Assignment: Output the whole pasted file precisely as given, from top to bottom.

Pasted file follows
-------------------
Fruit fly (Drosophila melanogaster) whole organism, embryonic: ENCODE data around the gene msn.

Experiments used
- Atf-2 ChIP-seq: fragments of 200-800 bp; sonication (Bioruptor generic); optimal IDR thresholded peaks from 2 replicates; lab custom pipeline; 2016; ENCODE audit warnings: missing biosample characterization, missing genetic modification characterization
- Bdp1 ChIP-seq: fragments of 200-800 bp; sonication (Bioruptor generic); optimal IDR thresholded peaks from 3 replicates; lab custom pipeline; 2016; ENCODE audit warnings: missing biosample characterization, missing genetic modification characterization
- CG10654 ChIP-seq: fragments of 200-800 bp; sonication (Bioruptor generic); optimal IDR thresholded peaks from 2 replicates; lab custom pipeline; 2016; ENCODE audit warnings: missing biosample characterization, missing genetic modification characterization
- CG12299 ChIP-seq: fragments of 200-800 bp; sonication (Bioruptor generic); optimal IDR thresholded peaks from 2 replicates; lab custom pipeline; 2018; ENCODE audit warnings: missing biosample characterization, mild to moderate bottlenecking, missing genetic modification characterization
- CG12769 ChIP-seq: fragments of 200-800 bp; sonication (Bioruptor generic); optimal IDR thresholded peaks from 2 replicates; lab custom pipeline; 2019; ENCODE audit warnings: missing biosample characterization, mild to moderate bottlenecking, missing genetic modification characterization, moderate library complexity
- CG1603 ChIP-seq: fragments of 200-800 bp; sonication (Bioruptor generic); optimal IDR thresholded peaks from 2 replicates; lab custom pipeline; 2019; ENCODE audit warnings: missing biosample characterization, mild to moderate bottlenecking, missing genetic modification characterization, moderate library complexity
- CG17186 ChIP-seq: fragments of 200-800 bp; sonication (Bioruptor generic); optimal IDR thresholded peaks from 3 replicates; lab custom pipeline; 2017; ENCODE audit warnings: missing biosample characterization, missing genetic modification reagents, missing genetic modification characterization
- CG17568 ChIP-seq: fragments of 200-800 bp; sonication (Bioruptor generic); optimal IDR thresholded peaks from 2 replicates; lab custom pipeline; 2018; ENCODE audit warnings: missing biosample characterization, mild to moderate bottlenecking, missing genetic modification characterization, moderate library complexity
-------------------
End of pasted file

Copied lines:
Fruit fly (Drosophila melanogaster) whole organism, embryonic: ENCODE data around the gene msn.

Experiments used
- Atf-2 ChIP-seq: fragments of 200-800 bp; sonication (Bioruptor generic); optimal IDR thresholded peaks from 2 replicates; lab custom pipeline; 2016; ENCODE audit warnings: missing biosample characterization, missing genetic modification characterization
- Bdp1 ChIP-seq: fragments of 200-800 bp; sonication (Bioruptor generic); optimal IDR thresholded peaks from 3 replicates; lab custom pipeline; 2016; ENCODE audit warnings: missing biosample characterization, missing genetic modification characterization
- CG10654 ChIP-seq: fragments of 200-800 bp; sonication (Bioruptor generic); optimal IDR thresholded peaks from 2 replicates; lab custom pipeline; 2016; ENCODE audit warnings: missing biosample characterization, missing genetic modification characterization
- CG12299 ChIP-seq: fragments of 200-800 bp; sonication (Bioruptor generic); optimal IDR thresholded peaks from 2 replicates; lab custom pipeline; 2018; ENCODE audit warnings: missing biosample characterization, mild to moderate bottlenecking, missing genetic modification characterization
- CG12769 ChIP-seq: fragments of 200-800 bp; sonication (Bioruptor generic); optimal IDR thresholded peaks from 2 replicates; lab custom pipeline; 2019; ENCODE audit warnings: missing biosample characterization, mild to moderate bottlenecking, missing genetic modification characterization, moderate library complexity
- CG1603 ChIP-seq: fragments of 200-800 bp; sonication (Bioruptor generic); optimal IDR thresholded peaks from 2 replicates; lab custom pipeline; 2019; ENCODE audit warnings: missing biosample characterization, mild to moderate bottlenecking, missing genetic modification characterization, moderate library complexity
- CG17186 ChIP-seq: fragments of 200-800 bp; sonication (Bioruptor generic); optimal IDR thresholded peaks from 3 replicates; lab custom pipeline; 2017; ENCODE audit warnings: missing biosample characterization, missing genetic modification reagents, missing genetic modification characterization
- CG17568 ChIP-seq: fragments of 200-800 bp; sonication (Bioruptor generic); optimal IDR thresholded peaks from 2 replicates; lab custom pipeline; 2018; ENCODE audit warnings: missing biosample characterization, mild to moderate bottlenecking, missing genetic modification characterization, moderate library complexity